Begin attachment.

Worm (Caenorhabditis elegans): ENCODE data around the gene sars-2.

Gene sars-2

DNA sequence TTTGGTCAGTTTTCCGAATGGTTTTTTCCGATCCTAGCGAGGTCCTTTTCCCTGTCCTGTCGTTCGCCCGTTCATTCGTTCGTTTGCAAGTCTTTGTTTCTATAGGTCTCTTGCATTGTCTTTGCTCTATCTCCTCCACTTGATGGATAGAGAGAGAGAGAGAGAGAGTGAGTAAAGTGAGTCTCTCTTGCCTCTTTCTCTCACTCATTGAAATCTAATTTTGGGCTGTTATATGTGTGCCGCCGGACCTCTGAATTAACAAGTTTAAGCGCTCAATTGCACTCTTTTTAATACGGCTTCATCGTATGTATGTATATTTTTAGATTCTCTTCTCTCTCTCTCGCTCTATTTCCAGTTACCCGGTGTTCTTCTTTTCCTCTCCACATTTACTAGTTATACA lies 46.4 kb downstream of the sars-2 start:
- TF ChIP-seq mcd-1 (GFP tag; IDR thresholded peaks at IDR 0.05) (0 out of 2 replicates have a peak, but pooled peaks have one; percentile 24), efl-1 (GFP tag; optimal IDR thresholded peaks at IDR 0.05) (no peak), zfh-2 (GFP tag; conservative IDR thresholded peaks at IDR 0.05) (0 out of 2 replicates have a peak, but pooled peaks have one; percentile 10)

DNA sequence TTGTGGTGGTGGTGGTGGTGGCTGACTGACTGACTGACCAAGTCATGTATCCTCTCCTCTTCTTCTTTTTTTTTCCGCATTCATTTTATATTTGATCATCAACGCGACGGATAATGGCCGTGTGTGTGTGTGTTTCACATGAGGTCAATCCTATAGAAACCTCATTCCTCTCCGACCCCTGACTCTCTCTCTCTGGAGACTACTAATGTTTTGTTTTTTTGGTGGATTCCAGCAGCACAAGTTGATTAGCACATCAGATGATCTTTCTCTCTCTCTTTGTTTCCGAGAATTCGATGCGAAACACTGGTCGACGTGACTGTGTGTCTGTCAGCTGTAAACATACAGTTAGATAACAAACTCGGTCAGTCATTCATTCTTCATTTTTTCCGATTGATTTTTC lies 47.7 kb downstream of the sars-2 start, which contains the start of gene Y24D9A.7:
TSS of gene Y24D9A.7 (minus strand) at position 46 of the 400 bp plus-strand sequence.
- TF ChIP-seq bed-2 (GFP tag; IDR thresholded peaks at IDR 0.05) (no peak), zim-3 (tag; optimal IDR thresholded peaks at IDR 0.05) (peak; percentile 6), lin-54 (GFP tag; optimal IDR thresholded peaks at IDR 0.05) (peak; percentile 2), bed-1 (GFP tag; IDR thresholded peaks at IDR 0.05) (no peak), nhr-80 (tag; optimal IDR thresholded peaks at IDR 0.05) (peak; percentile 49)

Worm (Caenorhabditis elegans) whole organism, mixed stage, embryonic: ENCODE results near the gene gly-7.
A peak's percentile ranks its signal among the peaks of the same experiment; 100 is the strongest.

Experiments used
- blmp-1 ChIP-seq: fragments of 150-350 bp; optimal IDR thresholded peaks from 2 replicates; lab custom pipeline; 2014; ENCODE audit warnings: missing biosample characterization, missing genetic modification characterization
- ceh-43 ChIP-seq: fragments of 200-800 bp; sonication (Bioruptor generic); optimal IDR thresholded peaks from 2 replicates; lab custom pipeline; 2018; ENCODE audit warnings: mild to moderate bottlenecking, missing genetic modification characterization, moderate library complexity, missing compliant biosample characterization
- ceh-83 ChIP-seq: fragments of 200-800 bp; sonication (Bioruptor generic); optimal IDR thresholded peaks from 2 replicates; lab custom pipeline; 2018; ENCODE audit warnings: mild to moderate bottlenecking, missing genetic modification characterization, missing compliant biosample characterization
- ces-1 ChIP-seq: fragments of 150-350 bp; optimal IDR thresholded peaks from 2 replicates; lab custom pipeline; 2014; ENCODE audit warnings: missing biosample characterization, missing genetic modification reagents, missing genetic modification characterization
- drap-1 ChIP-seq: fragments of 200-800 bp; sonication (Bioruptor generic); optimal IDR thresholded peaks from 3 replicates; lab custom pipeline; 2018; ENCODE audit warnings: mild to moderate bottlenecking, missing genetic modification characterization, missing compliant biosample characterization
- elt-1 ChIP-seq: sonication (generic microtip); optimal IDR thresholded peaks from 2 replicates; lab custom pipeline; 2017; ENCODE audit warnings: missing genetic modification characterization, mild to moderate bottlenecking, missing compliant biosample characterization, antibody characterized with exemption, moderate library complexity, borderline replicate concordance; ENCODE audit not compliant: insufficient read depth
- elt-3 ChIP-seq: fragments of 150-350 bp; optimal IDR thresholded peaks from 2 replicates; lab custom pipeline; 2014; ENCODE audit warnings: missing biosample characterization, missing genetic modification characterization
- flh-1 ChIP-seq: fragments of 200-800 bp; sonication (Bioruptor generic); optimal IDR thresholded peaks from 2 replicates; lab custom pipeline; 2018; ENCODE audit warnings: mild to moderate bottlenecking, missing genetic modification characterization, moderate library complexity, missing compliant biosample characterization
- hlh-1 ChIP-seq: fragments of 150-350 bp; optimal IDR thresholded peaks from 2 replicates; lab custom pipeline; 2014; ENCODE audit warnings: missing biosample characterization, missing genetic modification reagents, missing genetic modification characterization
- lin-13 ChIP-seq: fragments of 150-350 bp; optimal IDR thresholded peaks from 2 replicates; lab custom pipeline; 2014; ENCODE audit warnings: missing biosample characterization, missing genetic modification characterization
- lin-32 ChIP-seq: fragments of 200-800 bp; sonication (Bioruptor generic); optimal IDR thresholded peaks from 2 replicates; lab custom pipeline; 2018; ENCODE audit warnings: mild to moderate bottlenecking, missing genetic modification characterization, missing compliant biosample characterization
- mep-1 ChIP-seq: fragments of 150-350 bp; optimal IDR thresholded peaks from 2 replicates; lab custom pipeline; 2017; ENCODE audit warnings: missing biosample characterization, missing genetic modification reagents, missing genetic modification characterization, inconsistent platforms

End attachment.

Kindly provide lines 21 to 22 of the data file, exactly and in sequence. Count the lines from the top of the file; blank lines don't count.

- lin-32 ChIP-seq: fragments of 200-800 bp; sonication (Bioruptor generic); optimal IDR thresholded peaks from 2 replicates; lab custom pipeline; 2018; ENCODE audit warnings: mild to moderate bottlenecking, missing genetic modification characterization, missing compliant biosample characterization
- mep-1 ChIP-seq: fragments of 150-350 bp; optimal IDR thresholded peaks from 2 replicates; lab custom pipeline; 2017; ENCODE audit warnings: missing biosample characterization, missing genetic modification reagents, missing genetic modification characterization, inconsistent platforms